Debra Bokash isn't sure how she first heard about Alabama Connections Academy, but the Rogersville mom is sure she has no regrets about her child being one of the more than 1,800 who attended last year.

The virtual public school is a tuition-free option for children who may struggle with brick-and-mortar schools and for parents who may not feel comfortable being their child's sole teacher in home school. The school provides all curriculum materials, including textbooks, workbooks and hands-on materials.

Bokash said her oldest son struggled in public school and was home schooled before finally graduating from a virtual school in Georgia. With her youngest, Jonathan, she hoped to avoid the stress.

"I just couldn't go down that road again," Bokash said.

With ALCA, she said she not only has less stress but is also better able to schedule their lives. During a typical school year in public school, Bokash said work schedules meant her ex-husband, Jonathan's dad, was only able to see him for a few hours each weekend and Bokash, a Mary Kay consultant, was having to miss appointments or leave as soon as her son got off the bus.

Jonathan also had to miss out on signing up for after-school sports and activities.

"He really wanted to play hockey, but by the time he got off the bus and did dinner and homework, there was no way we were going to make it to Huntsville," Bokash said. "I just remember thinking, 'I need to find some other options.'"

She said she wasn't sure at first that ALCA would be a good fit, admitting she thought they all might be miserable. As the year progressed, she discovered more advantages.

"When I homeschooled my oldest one, I was on my own," Bokash said. "But Jonathan has a teacher, a principal, an art teacher ... He has more accountability than just Mom."

Jonathan will enter the second grade this fall. For first grade, all of his books and materials were shipped to their house for free. He got two live lessons with his teacher and classmates each week, a phone call with his teacher at least once a month and a weekly art lesson that included showing off every student's project at the end.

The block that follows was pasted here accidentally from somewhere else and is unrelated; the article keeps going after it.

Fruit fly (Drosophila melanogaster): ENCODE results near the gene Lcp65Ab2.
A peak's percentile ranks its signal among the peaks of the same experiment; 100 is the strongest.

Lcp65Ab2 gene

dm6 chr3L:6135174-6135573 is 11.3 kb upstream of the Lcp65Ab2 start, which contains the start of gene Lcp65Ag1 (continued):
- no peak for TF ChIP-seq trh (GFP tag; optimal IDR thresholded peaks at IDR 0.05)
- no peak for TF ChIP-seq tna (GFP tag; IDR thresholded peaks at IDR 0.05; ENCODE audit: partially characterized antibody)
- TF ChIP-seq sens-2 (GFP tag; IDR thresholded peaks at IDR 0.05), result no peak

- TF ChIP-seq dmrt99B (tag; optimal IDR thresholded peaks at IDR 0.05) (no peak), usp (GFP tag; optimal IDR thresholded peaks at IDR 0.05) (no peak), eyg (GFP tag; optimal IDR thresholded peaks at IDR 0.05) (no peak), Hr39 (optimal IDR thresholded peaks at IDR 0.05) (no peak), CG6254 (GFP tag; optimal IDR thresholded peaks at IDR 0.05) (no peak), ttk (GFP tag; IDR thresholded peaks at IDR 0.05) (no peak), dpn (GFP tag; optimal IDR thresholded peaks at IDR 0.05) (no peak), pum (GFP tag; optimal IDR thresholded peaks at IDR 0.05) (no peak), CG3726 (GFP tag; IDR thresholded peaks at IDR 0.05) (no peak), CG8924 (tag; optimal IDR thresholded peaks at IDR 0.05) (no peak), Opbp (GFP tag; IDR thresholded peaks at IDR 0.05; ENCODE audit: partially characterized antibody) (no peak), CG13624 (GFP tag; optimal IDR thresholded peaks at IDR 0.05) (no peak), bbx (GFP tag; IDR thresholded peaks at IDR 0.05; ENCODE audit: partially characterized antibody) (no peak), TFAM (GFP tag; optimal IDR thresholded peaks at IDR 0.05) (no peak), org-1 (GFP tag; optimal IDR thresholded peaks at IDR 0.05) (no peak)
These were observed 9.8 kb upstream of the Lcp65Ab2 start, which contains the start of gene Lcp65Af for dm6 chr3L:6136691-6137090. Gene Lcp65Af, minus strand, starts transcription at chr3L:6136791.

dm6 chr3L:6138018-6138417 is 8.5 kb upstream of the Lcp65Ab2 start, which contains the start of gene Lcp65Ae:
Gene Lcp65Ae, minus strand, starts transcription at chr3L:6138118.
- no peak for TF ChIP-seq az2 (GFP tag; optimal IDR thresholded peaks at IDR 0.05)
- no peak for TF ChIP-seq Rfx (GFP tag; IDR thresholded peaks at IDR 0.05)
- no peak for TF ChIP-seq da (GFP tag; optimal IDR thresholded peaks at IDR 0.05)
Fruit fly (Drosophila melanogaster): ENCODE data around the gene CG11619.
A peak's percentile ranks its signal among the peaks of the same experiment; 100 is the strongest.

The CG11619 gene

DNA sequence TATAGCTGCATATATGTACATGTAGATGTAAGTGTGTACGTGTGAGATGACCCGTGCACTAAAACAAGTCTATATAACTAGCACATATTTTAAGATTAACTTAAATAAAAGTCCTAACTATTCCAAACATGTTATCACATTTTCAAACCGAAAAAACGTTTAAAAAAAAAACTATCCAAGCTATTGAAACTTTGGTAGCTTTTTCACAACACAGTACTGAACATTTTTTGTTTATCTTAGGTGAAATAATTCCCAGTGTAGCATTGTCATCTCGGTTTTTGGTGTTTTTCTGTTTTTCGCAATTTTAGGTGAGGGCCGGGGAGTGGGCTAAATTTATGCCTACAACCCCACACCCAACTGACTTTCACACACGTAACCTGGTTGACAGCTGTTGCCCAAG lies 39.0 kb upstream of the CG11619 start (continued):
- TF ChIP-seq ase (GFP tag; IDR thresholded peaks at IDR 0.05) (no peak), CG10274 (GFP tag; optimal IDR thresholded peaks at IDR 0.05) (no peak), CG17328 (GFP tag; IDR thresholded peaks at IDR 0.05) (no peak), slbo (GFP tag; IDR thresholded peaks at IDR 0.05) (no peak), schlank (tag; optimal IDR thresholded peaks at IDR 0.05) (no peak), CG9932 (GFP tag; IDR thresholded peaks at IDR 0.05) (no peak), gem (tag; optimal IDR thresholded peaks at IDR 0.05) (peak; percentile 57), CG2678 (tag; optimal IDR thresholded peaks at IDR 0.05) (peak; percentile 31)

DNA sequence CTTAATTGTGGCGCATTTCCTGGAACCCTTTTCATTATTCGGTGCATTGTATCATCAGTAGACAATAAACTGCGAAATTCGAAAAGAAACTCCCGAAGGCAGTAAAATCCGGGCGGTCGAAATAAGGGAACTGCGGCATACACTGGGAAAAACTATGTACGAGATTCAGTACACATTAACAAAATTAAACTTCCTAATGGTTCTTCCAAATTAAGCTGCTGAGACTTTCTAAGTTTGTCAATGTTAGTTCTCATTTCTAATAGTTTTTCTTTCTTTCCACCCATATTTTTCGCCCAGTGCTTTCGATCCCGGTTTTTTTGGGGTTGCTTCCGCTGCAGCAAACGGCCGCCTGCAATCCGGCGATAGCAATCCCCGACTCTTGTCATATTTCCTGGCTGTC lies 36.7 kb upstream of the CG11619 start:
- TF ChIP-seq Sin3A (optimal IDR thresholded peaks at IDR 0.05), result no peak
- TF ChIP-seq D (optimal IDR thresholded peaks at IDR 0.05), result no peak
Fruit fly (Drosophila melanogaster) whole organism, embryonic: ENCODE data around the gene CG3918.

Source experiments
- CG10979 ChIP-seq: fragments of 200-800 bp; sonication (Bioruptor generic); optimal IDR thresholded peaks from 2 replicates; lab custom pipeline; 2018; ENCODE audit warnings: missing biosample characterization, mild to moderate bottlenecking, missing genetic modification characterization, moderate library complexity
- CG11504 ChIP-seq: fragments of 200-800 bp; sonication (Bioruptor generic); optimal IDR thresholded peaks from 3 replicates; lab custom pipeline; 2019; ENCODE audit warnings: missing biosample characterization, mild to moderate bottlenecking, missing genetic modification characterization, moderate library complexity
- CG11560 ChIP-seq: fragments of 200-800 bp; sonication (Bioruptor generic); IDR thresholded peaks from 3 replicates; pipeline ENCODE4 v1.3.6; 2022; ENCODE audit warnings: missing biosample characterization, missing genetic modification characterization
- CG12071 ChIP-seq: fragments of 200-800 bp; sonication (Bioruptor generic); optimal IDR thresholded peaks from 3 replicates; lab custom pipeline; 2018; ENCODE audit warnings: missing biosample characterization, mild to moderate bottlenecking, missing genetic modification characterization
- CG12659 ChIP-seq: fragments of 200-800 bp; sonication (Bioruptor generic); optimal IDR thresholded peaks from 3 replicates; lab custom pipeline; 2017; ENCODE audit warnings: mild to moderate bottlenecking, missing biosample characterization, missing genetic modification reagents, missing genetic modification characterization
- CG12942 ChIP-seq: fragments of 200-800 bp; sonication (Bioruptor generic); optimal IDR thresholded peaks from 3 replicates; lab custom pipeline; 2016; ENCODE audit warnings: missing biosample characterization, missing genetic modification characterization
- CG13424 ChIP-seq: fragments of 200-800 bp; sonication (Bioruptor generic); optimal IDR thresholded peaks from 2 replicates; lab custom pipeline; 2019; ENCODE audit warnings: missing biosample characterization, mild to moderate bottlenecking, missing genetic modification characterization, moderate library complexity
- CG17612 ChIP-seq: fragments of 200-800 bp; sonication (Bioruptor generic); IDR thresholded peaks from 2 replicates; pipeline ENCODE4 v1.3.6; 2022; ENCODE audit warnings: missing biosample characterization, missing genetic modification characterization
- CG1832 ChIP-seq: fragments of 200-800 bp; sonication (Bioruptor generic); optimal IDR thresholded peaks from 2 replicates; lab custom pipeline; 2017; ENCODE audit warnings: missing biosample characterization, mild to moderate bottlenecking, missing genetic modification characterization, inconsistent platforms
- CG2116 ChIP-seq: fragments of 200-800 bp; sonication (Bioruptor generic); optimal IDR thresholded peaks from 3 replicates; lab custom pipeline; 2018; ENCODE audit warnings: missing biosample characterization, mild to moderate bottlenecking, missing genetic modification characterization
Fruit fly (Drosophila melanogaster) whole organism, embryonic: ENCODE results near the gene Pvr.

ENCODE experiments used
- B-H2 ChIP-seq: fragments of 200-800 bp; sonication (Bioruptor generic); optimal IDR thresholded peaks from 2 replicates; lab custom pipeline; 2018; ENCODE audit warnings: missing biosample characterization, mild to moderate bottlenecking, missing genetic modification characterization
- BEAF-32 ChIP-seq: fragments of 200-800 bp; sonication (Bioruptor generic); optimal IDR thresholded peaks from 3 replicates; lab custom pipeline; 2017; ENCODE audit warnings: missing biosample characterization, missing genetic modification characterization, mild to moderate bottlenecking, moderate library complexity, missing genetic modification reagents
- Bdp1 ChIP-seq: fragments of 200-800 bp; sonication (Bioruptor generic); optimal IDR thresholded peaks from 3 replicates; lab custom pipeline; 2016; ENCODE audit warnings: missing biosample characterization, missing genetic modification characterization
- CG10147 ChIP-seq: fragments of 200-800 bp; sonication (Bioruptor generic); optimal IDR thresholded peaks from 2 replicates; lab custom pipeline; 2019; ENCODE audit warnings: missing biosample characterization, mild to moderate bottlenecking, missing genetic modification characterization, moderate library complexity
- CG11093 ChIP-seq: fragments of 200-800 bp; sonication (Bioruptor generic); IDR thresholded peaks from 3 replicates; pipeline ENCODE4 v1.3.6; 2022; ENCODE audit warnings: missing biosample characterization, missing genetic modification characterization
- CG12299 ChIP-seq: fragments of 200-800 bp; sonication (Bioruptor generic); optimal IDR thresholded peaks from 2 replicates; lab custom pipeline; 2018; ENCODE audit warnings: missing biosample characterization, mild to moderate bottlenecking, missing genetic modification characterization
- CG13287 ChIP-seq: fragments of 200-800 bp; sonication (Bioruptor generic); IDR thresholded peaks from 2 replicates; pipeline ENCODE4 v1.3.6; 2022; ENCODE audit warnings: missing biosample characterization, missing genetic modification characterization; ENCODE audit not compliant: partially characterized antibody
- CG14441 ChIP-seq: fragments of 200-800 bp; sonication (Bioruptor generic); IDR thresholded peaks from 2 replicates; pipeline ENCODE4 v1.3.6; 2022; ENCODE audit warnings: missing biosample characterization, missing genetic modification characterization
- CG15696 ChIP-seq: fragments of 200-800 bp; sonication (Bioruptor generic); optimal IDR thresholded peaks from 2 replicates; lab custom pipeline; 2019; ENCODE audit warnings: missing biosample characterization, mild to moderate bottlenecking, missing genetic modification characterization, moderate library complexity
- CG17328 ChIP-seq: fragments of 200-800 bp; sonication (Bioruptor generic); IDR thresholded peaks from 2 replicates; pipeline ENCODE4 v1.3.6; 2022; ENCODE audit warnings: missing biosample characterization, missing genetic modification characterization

Bokash, who also cares for her elderly parents, said she's grateful everything is online.

"Even if we're not home, like if I have to drive my parents to Nashville or Birmingham for the day, we can just go to the zoo or the Vulcan park, but we can also sit in the doctor's office and do lessons," she said, adding she's met other parents who picked virtual school for the ease it provided in working around medical issues in the family.

Bokash said a lot of people ask about opportunities for children to socialize with each other, and she's happy to report that her family has seen no shortage of field trips or play dates since joining ALCA. From a back-to-school bash at the start of the year to options for school clubs and field trips with classmates, "you don't have to look too far for kids to play with," she said.

"We didn't have time when he was at school full-time," Bokash said.

When it comes to field trips, Bokash said she particularly likes that the whole family is invited, whether it's an elementary class trip to the U.S. Space & Rocket Center or a senior trip to New York City.

"My sister-in-law has four kids, so if she wants to go to New York with her oldest, she has to find someone to watch her younger kids," Bokash said.

Of course, that isn't to say Jonathan will stay with ALCA forever.

"We may go back to the regular classroom at some point, maybe in middle school, because I think at that point they really crave their friends more," Bokash said.

She said she was pleased to find out ALCA was using the same textbooks and materials as local brick-and-mortar schools, as it means her child won't be at a different level than his peers and can transfer back into the school system easily. She believes using virtual school for some or all of a child's education is "the way of the future."

"I think more people need to know about (virtual school)," Bokash said. "I've had a lot of people call me this year because they are afraid. It's stepping out of the norm ... but I think people are beginning to be a little more accepting of it."

Learning more

ALCA is a virtual public school for kindergarten through 12th grade. Though it is housed at the former Owens Elementary School campus as part of the Limestone County Schools system, it is a statewide program.

The school will host an information session for teachers and families considering ALCA at 7 p.m. Tuesday, June 18, at Holiday Inn Express and Suites, 16074 Athens Limestone Blvd, Athens. During the session, participants will discuss the family's role in the education process, such as how to best organize a space in the home for learning and balancing time when more than one child is enrolled in the school.

Attendees will also learn how field trips and extracurricular activities are arranged to ensure students and parents can have fun and socialize with others while still learning.

To register for the in-person session or to learn about other information sessions being held online, visit

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